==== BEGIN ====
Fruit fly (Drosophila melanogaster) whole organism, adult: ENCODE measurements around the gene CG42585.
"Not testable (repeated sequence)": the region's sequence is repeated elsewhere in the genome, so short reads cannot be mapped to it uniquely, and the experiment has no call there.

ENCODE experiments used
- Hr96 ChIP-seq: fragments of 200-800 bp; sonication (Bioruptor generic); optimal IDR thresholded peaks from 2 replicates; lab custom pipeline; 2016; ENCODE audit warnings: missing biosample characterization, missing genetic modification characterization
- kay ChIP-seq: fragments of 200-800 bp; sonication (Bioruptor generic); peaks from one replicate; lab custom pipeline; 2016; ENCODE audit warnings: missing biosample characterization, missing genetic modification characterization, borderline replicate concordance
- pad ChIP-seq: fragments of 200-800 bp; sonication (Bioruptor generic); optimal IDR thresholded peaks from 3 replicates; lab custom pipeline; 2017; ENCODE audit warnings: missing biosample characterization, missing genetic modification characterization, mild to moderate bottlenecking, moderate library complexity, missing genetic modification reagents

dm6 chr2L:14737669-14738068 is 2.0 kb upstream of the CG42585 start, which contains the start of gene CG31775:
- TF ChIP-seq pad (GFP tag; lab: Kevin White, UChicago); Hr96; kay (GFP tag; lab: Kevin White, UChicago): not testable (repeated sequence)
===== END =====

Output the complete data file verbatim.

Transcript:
Fruit fly (Drosophila melanogaster) whole organism, adult: ENCODE measurements around the gene CG42585.
"Not testable (repeated sequence)": the region's sequence is repeated elsewhere in the genome, so short reads cannot be mapped to it uniquely, and the experiment has no call there.

ENCODE experiments used
- Hr96 ChIP-seq: fragments of 200-800 bp; sonication (Bioruptor generic); optimal IDR thresholded peaks from 2 replicates; lab custom pipeline; 2016; ENCODE audit warnings: missing biosample characterization, missing genetic modification characterization
- kay ChIP-seq: fragments of 200-800 bp; sonication (Bioruptor generic); peaks from one replicate; lab custom pipeline; 2016; ENCODE audit warnings: missing biosample characterization, missing genetic modification characterization, borderline replicate concordance
- pad ChIP-seq: fragments of 200-800 bp; sonication (Bioruptor generic); optimal IDR thresholded peaks from 3 replicates; lab custom pipeline; 2017; ENCODE audit warnings: missing biosample characterization, missing genetic modification characterization, mild to moderate bottlenecking, moderate library complexity, missing genetic modification reagents

dm6 chr2L:14737669-14738068 is 2.0 kb upstream of the CG42585 start, which contains the start of gene CG31775:
- TF ChIP-seq pad (GFP tag; lab: Kevin White, UChicago); Hr96; kay (GFP tag; lab: Kevin White, UChicago): not testable (repeated sequence)